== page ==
Gov Walker wants drug tests for aid recipients

Already a lightning rod for overhauling collective bargaining for state public employees, newly re-elected Republican Gov. Scott Walker wants to disrupt public assistance benefits in Wisconsin.

Walker, a conservative who's seen as a possible presidential contender in 2016, told CNBC on Wednesday he's working a plan for drug testing for people seeking unemployment checks and food stamps.

"If you want our help, we'll help you out temporarily. But we expect that you're going to find a job, and we're going to help you find that job," he said in "Squawk Box" interview. "Part of helping you do that means you're free from drugs so you can pass that [drug] test and be employed."

These kind of broad-based drug tests for state benefits would certainly face legal challenges. For example, a federal judge ruled that a similar law in Florida championed by Republican Gov. Rick Scott violated the constitutional guarantee against unreasonable government searches.

"It just seems ridiculous to me that if we're going to give people public assistance ... why we would set them up for failure," Walker said.

He refused to say whether he wanted to run for president, but he did tout his conservative credentials, saying he's a "common-sense conservative who gets things done" and it's time for a bold Washington outsider.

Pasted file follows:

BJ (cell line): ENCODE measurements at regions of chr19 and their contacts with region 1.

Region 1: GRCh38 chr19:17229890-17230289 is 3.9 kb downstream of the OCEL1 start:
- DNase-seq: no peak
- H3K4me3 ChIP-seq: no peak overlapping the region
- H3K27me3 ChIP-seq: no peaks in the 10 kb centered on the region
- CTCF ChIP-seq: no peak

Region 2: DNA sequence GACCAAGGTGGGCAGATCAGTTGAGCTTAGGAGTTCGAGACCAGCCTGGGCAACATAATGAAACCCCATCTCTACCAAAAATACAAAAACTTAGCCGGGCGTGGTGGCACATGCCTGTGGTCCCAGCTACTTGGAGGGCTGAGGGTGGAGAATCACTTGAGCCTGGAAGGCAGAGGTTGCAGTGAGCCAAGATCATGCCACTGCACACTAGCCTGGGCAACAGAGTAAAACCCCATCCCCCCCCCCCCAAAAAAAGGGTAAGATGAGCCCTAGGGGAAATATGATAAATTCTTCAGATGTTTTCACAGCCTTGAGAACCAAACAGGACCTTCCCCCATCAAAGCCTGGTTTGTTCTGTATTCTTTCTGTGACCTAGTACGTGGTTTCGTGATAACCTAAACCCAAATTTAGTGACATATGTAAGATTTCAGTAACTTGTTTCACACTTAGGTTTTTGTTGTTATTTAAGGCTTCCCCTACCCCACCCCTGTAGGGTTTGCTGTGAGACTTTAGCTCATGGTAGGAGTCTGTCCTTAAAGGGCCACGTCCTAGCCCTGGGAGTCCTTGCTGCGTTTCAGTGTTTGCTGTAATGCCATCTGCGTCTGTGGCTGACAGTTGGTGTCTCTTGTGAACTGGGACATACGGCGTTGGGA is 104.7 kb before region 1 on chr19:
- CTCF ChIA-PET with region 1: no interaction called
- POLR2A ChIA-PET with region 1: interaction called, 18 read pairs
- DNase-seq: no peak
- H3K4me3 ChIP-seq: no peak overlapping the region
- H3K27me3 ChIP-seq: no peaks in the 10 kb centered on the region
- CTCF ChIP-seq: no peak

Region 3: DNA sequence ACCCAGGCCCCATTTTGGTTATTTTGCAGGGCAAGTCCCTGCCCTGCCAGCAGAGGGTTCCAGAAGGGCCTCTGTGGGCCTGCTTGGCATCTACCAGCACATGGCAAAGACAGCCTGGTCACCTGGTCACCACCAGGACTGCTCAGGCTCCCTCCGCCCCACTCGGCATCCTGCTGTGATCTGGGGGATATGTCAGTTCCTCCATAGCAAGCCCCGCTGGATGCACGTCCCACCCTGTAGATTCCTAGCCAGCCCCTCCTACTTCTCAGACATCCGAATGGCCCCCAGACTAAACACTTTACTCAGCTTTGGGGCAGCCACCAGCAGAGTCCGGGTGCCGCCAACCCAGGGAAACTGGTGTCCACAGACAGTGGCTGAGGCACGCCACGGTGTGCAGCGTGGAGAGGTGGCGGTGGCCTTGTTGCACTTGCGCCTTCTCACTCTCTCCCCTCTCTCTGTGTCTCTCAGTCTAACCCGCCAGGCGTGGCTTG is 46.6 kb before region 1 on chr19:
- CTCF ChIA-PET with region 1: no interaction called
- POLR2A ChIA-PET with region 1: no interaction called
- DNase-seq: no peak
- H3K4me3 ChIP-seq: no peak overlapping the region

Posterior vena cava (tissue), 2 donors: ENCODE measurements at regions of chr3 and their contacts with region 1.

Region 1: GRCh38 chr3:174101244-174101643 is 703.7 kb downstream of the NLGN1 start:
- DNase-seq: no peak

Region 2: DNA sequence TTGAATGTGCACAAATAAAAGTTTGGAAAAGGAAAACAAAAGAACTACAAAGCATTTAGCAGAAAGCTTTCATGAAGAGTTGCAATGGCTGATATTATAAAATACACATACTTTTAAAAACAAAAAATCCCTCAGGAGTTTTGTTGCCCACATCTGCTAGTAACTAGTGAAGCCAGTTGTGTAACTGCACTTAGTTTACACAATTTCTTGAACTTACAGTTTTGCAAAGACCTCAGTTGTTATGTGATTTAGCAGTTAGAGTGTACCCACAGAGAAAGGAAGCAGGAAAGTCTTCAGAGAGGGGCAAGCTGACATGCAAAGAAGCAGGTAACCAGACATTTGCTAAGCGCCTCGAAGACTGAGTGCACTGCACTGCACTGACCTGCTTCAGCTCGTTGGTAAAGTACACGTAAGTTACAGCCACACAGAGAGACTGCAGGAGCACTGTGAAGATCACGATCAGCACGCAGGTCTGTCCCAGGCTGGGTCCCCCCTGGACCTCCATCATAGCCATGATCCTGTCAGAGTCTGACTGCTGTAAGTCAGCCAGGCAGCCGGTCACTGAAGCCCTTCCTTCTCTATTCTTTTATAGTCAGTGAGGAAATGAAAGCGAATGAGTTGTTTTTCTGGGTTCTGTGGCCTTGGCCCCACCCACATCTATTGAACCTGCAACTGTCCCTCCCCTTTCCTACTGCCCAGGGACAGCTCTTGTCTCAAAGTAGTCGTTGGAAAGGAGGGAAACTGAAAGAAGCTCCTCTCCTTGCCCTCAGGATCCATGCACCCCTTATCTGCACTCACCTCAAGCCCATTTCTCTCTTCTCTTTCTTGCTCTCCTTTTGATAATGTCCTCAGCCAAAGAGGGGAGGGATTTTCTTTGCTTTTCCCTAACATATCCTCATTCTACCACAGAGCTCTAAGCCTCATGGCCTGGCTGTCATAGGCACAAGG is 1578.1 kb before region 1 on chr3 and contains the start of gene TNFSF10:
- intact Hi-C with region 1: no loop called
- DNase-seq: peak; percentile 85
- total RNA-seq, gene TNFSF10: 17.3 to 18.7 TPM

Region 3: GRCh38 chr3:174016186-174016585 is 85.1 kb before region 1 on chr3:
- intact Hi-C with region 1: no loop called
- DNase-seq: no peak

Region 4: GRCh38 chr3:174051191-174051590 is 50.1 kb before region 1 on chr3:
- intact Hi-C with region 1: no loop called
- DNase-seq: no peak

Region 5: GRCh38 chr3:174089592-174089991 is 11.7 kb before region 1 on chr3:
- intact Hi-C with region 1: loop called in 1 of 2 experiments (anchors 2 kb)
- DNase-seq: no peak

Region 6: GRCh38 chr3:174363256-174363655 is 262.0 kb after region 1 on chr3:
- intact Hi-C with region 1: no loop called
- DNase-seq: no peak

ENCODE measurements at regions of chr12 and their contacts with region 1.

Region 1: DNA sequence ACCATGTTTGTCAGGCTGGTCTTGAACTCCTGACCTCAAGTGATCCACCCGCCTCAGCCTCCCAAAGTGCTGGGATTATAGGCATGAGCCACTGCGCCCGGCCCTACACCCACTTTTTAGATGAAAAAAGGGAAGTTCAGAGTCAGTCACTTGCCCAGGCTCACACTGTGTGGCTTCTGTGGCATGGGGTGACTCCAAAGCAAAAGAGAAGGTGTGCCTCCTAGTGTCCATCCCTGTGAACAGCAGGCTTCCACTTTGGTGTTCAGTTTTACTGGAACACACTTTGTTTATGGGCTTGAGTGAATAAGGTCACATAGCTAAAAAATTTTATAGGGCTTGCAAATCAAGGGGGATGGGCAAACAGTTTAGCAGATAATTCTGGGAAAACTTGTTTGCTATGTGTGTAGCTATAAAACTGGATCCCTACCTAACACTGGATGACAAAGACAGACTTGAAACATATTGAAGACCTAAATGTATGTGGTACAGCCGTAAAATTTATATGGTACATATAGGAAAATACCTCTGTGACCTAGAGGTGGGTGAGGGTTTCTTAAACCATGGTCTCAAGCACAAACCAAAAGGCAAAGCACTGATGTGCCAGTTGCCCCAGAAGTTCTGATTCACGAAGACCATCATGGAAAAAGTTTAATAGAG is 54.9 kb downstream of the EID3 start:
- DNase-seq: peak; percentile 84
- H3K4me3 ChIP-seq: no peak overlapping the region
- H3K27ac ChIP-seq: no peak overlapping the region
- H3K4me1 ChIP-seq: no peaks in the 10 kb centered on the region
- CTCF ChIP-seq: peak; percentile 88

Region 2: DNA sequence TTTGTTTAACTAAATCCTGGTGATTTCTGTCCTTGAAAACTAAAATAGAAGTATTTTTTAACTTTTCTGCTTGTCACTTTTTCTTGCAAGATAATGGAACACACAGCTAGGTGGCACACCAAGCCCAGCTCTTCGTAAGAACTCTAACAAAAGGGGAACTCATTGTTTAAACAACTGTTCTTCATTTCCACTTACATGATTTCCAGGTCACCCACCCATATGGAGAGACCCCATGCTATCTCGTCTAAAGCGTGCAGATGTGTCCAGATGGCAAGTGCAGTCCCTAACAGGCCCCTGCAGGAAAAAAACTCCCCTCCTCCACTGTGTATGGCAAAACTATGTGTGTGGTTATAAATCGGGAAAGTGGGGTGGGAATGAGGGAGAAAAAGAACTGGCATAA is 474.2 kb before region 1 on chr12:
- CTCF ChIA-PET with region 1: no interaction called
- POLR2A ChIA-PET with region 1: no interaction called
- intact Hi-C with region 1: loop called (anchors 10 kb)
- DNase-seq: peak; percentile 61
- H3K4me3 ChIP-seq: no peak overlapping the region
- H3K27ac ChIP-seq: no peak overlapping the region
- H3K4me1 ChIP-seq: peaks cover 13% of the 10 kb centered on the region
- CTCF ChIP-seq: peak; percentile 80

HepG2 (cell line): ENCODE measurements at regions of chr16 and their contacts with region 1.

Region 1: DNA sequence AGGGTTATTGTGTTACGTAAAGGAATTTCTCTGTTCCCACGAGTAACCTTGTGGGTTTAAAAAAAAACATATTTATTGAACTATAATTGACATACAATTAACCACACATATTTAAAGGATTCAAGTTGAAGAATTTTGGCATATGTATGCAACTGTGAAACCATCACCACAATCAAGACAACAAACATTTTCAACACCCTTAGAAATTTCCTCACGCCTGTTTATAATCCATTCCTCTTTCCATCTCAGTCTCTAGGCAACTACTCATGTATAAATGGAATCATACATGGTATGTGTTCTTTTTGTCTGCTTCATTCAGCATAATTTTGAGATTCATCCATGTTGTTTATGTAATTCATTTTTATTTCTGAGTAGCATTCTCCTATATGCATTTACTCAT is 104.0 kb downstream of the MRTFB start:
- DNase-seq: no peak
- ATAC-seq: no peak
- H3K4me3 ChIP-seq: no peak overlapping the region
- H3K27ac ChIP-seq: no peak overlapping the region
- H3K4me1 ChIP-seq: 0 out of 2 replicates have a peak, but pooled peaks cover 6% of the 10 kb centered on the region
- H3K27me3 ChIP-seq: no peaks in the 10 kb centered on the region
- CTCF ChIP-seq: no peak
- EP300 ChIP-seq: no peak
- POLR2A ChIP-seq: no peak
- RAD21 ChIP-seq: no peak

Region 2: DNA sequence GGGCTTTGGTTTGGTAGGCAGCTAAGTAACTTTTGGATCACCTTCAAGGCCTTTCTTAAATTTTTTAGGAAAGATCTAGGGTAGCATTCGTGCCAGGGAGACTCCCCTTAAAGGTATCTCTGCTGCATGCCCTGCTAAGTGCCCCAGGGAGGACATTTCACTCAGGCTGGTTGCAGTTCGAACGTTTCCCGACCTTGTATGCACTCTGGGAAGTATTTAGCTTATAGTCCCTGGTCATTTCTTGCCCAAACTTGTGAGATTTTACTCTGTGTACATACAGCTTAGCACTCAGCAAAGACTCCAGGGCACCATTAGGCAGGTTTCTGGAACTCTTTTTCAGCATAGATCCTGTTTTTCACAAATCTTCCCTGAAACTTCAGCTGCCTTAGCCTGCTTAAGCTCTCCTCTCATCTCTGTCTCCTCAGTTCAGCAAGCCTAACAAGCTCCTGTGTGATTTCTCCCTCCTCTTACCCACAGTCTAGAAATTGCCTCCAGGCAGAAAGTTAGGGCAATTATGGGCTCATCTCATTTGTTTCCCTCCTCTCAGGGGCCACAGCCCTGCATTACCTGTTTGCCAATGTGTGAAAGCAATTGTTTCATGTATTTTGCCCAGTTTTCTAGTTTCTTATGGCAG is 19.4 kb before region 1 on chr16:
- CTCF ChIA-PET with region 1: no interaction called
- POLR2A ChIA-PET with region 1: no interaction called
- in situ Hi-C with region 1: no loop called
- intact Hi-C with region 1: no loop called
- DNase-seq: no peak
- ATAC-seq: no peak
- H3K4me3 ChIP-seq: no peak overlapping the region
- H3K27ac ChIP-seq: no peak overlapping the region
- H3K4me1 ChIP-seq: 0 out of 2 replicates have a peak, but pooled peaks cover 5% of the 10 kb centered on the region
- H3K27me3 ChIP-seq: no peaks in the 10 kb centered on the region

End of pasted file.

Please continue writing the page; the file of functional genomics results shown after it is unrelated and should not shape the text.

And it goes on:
"I think someone like that … a chief executive at the state level who can take on the mess in Washington is the best pick for Republicans two years from now," Walker said. He added that fellow Wisconsin Republican Paul Ryan, chairman of the House Budget Committee, would make a good choice for president because he thinks like a governor.

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Hillary Clinton at the 2014 CGI annual meeting in New York.
Adam Jeffery | CNBC
Hillary Clinton at the 2014 CGI annual meeting in New York.

As for the presumed frontrunner for the Democratic presidential nomination, Hillary Clinton, Walker said she was a bigger loser than President Barack Obama in last week's midterm election, which saw the GOP win control of the Senate and widen its majority in the House.

"She's an extension [of Obama]. She'd be a third term of this president. She was a part of his Cabinet; embraces the same policies," Walker said. "She's the one most connected to Washington. I think this was a reaction to Washington."

People are tired of the "top-down, old artificial government-knows-best approach," he said. "Instead, they want this new fresh, from-the-ground-up approach that we see, particularly in the states."

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Advising Republicans on Capitol Hill, Walker reiterated a line from his recent Politico op-ed: "It's put-up-or-shut-up time." He said GOP lawmakers need to be bold and push a legislative agenda to lower personal and corporate taxes, redefine America's energy policy, repeal Obamacare, cut government waste and reform entitlements.

"The president is going to have to look twice on whether he's going to veto those things," Walker said.

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CORRECTION: This version deleted the incorrect year of Rep. Paul Ryan's vice presidential run.